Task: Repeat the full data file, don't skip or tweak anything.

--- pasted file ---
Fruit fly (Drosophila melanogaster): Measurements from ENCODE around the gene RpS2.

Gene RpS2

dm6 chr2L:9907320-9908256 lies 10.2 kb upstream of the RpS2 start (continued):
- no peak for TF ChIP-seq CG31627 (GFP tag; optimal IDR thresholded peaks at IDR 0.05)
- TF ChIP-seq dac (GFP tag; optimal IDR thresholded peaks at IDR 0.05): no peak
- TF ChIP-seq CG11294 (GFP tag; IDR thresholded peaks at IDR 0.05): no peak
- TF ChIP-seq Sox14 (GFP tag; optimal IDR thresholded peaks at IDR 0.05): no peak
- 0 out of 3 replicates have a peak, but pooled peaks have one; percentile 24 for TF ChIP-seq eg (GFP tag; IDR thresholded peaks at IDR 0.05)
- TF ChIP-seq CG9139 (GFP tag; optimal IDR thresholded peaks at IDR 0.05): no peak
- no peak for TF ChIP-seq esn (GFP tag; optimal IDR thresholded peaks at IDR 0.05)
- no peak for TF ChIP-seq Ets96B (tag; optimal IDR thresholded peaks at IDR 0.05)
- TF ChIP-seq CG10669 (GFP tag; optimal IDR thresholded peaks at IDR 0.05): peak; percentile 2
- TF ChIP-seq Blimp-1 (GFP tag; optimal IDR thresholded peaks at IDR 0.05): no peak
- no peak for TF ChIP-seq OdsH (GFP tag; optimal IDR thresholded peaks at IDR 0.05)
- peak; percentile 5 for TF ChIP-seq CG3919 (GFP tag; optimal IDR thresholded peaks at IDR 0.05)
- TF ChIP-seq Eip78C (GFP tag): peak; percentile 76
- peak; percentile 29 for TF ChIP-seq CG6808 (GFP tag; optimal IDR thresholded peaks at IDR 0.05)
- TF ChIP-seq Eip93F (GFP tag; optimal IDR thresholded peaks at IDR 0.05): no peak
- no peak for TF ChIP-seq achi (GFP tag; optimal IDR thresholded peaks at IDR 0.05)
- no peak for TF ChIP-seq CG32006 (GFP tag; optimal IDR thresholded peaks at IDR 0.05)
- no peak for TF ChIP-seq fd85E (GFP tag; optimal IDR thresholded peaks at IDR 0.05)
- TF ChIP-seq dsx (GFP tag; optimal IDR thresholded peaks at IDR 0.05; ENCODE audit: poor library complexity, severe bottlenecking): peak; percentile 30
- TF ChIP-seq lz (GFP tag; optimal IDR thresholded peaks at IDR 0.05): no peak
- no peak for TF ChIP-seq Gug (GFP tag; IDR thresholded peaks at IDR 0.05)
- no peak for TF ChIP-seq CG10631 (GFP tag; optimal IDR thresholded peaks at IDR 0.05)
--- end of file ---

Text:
Fruit fly (Drosophila melanogaster): Measurements from ENCODE around the gene RpS2.

Gene RpS2

dm6 chr2L:9907320-9908256 lies 10.2 kb upstream of the RpS2 start (continued):
- no peak for TF ChIP-seq CG31627 (GFP tag; optimal IDR thresholded peaks at IDR 0.05)
- TF ChIP-seq dac (GFP tag; optimal IDR thresholded peaks at IDR 0.05): no peak
- TF ChIP-seq CG11294 (GFP tag; IDR thresholded peaks at IDR 0.05): no peak
- TF ChIP-seq Sox14 (GFP tag; optimal IDR thresholded peaks at IDR 0.05): no peak
- 0 out of 3 replicates have a peak, but pooled peaks have one; percentile 24 for TF ChIP-seq eg (GFP tag; IDR thresholded peaks at IDR 0.05)
- TF ChIP-seq CG9139 (GFP tag; optimal IDR thresholded peaks at IDR 0.05): no peak
- no peak for TF ChIP-seq esn (GFP tag; optimal IDR thresholded peaks at IDR 0.05)
- no peak for TF ChIP-seq Ets96B (tag; optimal IDR thresholded peaks at IDR 0.05)
- TF ChIP-seq CG10669 (GFP tag; optimal IDR thresholded peaks at IDR 0.05): peak; percentile 2
- TF ChIP-seq Blimp-1 (GFP tag; optimal IDR thresholded peaks at IDR 0.05): no peak
- no peak for TF ChIP-seq OdsH (GFP tag; optimal IDR thresholded peaks at IDR 0.05)
- peak; percentile 5 for TF ChIP-seq CG3919 (GFP tag; optimal IDR thresholded peaks at IDR 0.05)
- TF ChIP-seq Eip78C (GFP tag): peak; percentile 76
- peak; percentile 29 for TF ChIP-seq CG6808 (GFP tag; optimal IDR thresholded peaks at IDR 0.05)
- TF ChIP-seq Eip93F (GFP tag; optimal IDR thresholded peaks at IDR 0.05): no peak
- no peak for TF ChIP-seq achi (GFP tag; optimal IDR thresholded peaks at IDR 0.05)
- no peak for TF ChIP-seq CG32006 (GFP tag; optimal IDR thresholded peaks at IDR 0.05)
- no peak for TF ChIP-seq fd85E (GFP tag; optimal IDR thresholded peaks at IDR 0.05)
- TF ChIP-seq dsx (GFP tag; optimal IDR thresholded peaks at IDR 0.05; ENCODE audit: poor library complexity, severe bottlenecking): peak; percentile 30
- TF ChIP-seq lz (GFP tag; optimal IDR thresholded peaks at IDR 0.05): no peak
- no peak for TF ChIP-seq Gug (GFP tag; IDR thresholded peaks at IDR 0.05)
- no peak for TF ChIP-seq CG10631 (GFP tag; optimal IDR thresholded peaks at IDR 0.05)